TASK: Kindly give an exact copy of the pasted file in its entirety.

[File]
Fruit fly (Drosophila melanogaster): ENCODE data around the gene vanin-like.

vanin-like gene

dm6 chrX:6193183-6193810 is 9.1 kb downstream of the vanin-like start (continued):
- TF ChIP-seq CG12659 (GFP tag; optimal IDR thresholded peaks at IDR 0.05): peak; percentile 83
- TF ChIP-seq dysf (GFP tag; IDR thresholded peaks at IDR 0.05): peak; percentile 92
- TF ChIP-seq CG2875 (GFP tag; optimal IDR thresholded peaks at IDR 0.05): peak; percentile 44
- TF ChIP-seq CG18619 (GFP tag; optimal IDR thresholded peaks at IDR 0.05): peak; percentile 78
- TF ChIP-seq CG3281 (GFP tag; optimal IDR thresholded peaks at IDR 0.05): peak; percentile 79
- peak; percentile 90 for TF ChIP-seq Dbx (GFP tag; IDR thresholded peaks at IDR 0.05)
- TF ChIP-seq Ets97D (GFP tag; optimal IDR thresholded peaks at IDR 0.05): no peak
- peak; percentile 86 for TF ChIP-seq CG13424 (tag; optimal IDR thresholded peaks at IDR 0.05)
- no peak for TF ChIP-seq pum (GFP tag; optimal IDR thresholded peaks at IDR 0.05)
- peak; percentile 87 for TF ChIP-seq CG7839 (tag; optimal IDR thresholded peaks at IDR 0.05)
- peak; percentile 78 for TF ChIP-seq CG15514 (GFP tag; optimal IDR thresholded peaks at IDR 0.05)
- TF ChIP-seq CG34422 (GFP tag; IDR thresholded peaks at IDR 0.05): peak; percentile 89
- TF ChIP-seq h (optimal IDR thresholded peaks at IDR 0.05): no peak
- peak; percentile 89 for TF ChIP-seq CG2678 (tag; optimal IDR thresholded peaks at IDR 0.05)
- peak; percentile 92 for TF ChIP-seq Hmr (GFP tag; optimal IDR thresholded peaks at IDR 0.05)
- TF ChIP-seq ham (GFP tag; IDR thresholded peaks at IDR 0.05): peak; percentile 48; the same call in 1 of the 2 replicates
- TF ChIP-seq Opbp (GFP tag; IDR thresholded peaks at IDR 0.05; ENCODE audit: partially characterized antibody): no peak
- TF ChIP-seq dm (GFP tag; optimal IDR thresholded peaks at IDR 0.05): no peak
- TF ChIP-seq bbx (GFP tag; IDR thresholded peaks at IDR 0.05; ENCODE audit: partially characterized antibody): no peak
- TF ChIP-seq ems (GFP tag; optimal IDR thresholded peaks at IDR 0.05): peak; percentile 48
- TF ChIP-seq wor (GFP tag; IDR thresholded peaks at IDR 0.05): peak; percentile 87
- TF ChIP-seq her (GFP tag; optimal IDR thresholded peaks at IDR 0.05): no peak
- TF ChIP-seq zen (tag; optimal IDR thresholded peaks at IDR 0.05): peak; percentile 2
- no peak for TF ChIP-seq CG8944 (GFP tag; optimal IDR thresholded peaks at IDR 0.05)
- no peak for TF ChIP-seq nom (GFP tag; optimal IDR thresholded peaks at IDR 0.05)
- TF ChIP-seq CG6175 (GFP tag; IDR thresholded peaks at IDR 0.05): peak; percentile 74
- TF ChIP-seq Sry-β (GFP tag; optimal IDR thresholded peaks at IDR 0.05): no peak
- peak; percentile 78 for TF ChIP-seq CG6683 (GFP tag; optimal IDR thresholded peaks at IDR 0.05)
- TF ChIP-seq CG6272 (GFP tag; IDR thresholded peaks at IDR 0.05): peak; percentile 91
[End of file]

Fruit fly (Drosophila melanogaster): ENCODE data around the gene vanin-like.

vanin-like gene

dm6 chrX:6193183-6193810 is 9.1 kb downstream of the vanin-like start (continued):
- TF ChIP-seq CG12659 (GFP tag; optimal IDR thresholded peaks at IDR 0.05): peak; percentile 83
- TF ChIP-seq dysf (GFP tag; IDR thresholded peaks at IDR 0.05): peak; percentile 92
- TF ChIP-seq CG2875 (GFP tag; optimal IDR thresholded peaks at IDR 0.05): peak; percentile 44
- TF ChIP-seq CG18619 (GFP tag; optimal IDR thresholded peaks at IDR 0.05): peak; percentile 78
- TF ChIP-seq CG3281 (GFP tag; optimal IDR thresholded peaks at IDR 0.05): peak; percentile 79
- peak; percentile 90 for TF ChIP-seq Dbx (GFP tag; IDR thresholded peaks at IDR 0.05)
- TF ChIP-seq Ets97D (GFP tag; optimal IDR thresholded peaks at IDR 0.05): no peak
- peak; percentile 86 for TF ChIP-seq CG13424 (tag; optimal IDR thresholded peaks at IDR 0.05)
- no peak for TF ChIP-seq pum (GFP tag; optimal IDR thresholded peaks at IDR 0.05)
- peak; percentile 87 for TF ChIP-seq CG7839 (tag; optimal IDR thresholded peaks at IDR 0.05)
- peak; percentile 78 for TF ChIP-seq CG15514 (GFP tag; optimal IDR thresholded peaks at IDR 0.05)
- TF ChIP-seq CG34422 (GFP tag; IDR thresholded peaks at IDR 0.05): peak; percentile 89
- TF ChIP-seq h (optimal IDR thresholded peaks at IDR 0.05): no peak
- peak; percentile 89 for TF ChIP-seq CG2678 (tag; optimal IDR thresholded peaks at IDR 0.05)
- peak; percentile 92 for TF ChIP-seq Hmr (GFP tag; optimal IDR thresholded peaks at IDR 0.05)
- TF ChIP-seq ham (GFP tag; IDR thresholded peaks at IDR 0.05): peak; percentile 48; the same call in 1 of the 2 replicates
- TF ChIP-seq Opbp (GFP tag; IDR thresholded peaks at IDR 0.05; ENCODE audit: partially characterized antibody): no peak
- TF ChIP-seq dm (GFP tag; optimal IDR thresholded peaks at IDR 0.05): no peak
- TF ChIP-seq bbx (GFP tag; IDR thresholded peaks at IDR 0.05; ENCODE audit: partially characterized antibody): no peak
- TF ChIP-seq ems (GFP tag; optimal IDR thresholded peaks at IDR 0.05): peak; percentile 48
- TF ChIP-seq wor (GFP tag; IDR thresholded peaks at IDR 0.05): peak; percentile 87
- TF ChIP-seq her (GFP tag; optimal IDR thresholded peaks at IDR 0.05): no peak
- TF ChIP-seq zen (tag; optimal IDR thresholded peaks at IDR 0.05): peak; percentile 2
- no peak for TF ChIP-seq CG8944 (GFP tag; optimal IDR thresholded peaks at IDR 0.05)
- no peak for TF ChIP-seq nom (GFP tag; optimal IDR thresholded peaks at IDR 0.05)
- TF ChIP-seq CG6175 (GFP tag; IDR thresholded peaks at IDR 0.05): peak; percentile 74
- TF ChIP-seq Sry-β (GFP tag; optimal IDR thresholded peaks at IDR 0.05): no peak
- peak; percentile 78 for TF ChIP-seq CG6683 (GFP tag; optimal IDR thresholded peaks at IDR 0.05)
- TF ChIP-seq CG6272 (GFP tag; IDR thresholded peaks at IDR 0.05): peak; percentile 91